The Abkhazian passport (Abkhazian: Атәылауаҩшәҟәы; Russian: Абха́зский па́спорт) is issued to citizens of the Republic of Abkhazia for the purpose of international travel and for the purpose of legal identification within Abkhazia. As Abkhazia is only recognised by Russia, Venezuela, Syria, Nicaragua and Nauru, for all other destinations Abkhazian citizens must use another passport (most of them use Russian passports) for international travel.
Before the introduction of Abkhazian passports, Abkhazia still used Soviet Passports. These arrived in 1991 in Adjara, where they were not needed since Adjara and the rest of Georgia were introducing separate Georgian passports. They were then given by Adjar leader Aslan Abashidze to the Abkhazian authorities, although it is not known how or when. People who could not obtain a Soviet passport, for example because they had not yet turned 16 when the Soviet Union disbanded or many of the inhabitants of the Gali District received a 'form no. 9', meant to certify a loss of passport.
The (internal) Soviet passports were set to expire in 2004, and so a new passport was needed. The issue of introducing an Abkhazian passport was first discussed towards the end of the nineties. In May 2000, Justice Minister Batal Tabagua announced that an order for empty passport forms placed with the Perm Goznak Manufacture had been cancelled by Russia's Ministry for Foreign Affairs. In 2003 finally passports were ordered from a private Turkish printing company, but the first shipment of 25,000 passports was intercepted and confiscated by Georgian authorities. The passports had been meant to be distributed before the 2004 Presidential election, but when the second batch arrived it became clear that the passports contained errors and so President Vladislav Ardzinba decided not to have them issued. After Sergei Bagapsh was elected to the presidency he decided not to waste the invested money and to introduce the passports in January 2006 despite the errors. The quality of these passports was very poor. From 2016 a new version is in circulation.
Abkhazia has issued (foreign) passports for international travel (blue cover) since 2010.
The first passport was issued in January 2006 to former President Ardzinba, and the second passport posthumously to activist and academic Tamara Shakryl, who had been the only victim during the 2004 post-election crisis. President Bagapsh himself was the first person to regularly apply for an Abkhazian passport.
By February 2007, Abkhazian passports had been issued to 33,000 people. This number subsequently rose to 45,000 in April, 53,000 in May, 63,000 in August, 110,000 in July 2008, 141,245 on 12 October 2009, 142,625 on 1 November. and 146,121 on 7 December.
On 7 December 2009, the ethnic break-down of passport holders was as follows:
Also, of the total number of passport holders, 9910 were under the age of 18, and 5759 lived outside Abkhazia.
The Abkhazian government said in 2007 that once the distribution of passports was completed, it would be the only legal form of identification within Abkhazia. It was announced that from the beginning of 2008, citizens could no longer receive a Russian pension without an Abkhazian passport. Abkhazian passports became the only possible form of legitimation for voters starting with the December 2009 Presidential election.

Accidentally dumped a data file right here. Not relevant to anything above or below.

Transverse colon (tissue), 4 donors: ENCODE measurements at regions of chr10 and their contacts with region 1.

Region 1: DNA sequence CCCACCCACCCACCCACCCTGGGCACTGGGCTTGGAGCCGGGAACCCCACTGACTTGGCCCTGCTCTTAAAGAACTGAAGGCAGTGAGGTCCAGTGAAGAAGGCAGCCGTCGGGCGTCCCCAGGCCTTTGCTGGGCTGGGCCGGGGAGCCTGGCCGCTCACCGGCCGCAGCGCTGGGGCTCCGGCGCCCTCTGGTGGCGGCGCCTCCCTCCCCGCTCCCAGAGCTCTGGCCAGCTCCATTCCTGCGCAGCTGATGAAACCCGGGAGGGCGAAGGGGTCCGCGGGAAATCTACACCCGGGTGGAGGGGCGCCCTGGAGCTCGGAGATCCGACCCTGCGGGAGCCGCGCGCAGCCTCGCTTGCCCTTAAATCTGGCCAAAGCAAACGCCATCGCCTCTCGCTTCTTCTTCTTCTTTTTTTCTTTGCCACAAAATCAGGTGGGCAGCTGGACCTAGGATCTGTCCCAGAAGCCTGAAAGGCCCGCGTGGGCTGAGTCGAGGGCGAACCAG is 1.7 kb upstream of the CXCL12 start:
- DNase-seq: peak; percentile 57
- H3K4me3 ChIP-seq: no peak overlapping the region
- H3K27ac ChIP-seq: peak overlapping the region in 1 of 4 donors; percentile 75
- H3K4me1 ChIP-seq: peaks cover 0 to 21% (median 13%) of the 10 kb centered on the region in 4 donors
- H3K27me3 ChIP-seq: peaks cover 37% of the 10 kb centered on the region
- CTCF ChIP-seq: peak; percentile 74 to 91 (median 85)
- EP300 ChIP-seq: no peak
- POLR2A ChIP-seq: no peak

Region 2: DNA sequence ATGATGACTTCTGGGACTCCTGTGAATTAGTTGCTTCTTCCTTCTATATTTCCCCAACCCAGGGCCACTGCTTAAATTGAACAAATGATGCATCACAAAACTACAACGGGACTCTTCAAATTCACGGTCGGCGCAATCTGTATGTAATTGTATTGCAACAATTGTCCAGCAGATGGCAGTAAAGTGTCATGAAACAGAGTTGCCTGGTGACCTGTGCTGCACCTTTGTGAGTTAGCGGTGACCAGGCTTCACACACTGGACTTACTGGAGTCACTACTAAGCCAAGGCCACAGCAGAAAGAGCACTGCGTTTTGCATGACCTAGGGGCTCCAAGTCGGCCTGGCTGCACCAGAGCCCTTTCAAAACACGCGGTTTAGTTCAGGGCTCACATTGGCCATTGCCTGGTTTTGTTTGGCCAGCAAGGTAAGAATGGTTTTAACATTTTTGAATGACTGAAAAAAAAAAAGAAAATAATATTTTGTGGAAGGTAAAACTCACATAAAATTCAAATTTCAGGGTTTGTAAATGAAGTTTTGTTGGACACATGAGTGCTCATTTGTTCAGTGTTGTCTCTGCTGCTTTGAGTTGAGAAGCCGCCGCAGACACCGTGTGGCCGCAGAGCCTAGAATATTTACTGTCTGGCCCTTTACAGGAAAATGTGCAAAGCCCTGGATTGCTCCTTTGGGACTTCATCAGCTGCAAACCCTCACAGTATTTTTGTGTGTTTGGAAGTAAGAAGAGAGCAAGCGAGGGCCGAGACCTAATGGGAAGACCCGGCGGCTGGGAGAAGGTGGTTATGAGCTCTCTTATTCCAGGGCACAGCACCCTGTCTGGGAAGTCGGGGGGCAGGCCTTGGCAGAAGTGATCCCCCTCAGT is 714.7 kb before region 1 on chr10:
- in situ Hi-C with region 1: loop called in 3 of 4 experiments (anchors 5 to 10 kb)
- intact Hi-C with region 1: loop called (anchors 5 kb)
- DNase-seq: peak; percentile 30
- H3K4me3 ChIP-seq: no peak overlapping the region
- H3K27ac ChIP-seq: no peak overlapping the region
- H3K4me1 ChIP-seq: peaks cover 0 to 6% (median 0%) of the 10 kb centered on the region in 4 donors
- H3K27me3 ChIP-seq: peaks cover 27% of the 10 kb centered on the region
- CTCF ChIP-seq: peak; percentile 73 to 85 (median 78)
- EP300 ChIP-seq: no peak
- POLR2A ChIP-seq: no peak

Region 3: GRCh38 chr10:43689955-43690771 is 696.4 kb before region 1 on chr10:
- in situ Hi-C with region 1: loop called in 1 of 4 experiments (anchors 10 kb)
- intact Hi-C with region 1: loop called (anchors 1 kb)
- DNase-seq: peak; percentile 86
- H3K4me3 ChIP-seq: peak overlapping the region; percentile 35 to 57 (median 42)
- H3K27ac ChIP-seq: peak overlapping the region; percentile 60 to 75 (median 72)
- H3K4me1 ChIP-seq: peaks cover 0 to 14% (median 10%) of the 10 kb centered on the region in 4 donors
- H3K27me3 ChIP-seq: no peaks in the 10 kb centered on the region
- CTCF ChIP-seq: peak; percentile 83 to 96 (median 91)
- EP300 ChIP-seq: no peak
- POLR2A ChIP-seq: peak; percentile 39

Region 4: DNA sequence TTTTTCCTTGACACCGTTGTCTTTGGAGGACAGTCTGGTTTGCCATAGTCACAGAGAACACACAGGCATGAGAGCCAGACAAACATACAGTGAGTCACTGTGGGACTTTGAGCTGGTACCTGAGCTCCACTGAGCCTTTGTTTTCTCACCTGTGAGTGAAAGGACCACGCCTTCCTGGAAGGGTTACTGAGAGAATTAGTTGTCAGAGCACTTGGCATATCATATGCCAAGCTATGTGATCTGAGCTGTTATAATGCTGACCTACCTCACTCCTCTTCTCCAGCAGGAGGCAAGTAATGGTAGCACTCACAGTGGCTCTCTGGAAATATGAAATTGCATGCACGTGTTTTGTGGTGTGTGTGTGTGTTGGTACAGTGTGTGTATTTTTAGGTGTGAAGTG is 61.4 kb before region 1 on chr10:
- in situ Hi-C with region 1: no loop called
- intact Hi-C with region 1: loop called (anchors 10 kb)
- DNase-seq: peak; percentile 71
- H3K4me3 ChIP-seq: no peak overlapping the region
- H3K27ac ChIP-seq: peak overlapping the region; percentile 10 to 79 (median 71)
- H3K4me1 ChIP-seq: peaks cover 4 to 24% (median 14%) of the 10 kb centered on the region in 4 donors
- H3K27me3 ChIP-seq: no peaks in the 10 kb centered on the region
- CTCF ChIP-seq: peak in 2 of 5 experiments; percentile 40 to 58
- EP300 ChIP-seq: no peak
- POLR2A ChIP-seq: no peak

On 20 October 2009 it was announced that a new passport would be introduced with additional security features, so as to satisfy all international criteria. The new passports were to be printed by the Russian state enterprise Goznak. The original passports were insufficiently secure for cross-border travel with Russia. Abkhazia said it would start issuing passports to its citizens by the end of June 2010.
The issuing of passports in the Gali District was a priority for the government in order to better integrate its inhabitants into the rest of Abkhazia, but was controversial for various reasons. It was criticised by the Abkhazian opposition on the grounds that the large majority of inhabitants of the Gali District are Georgians who possess Georgian citizenship. The Abkhazian government responded to this by pointing out that Abkhazian citizenship law does not allow for dual citizenship (except for dual Abkhazian-Russian citizenship) and that therefore, Georgian citizens first had to renounce their Georgian citizenship before obtaining Abkhazian passports. Georgia in turn has accused Abkhazia of forcing its citizens in the Gali District to renounce their citizenship and take up Abkhazian passports, but this was denied by the Abkhazian government.
According to the Abkhazian government, as of 12 October 2009, 3522 residents of the Gali District had acquired an Abkhazian passport. In April 2013, Head of the Interior Ministry's Passport and Visa Service Beslan Bigvava declared that 16,096 Georgians had received an Abkhazian passport in Gali District, 6217 in Ochamchira District and 2453 in Tkvarcheli District.
The issuing of Abkhazian passports to Georgian residents became a key complaint of the opposition against the Government of President Ankvab, as it alleged that most recipients were not legally Abkhazian citizens, and one of the factors leading to the May 2014 revolution against Ankvab.
On 18 May 2016, the first four copies of the new passport, produced by Goznak, were issued to war hero Garrik Adzinba, Deputy Head of the Cabinet of Ministers Zurab Marshan, Aslan Kapba and Alisa Inapshba. Systematically, all old passports (2006 version) were replaced by this new version.
The cover of the Abkhazian passport is dark green, it displays the coat of arms of Abkhazia with above it the short name of the country (Abkhazia) and below the word 'passport', both in Abkhaz and in Russian.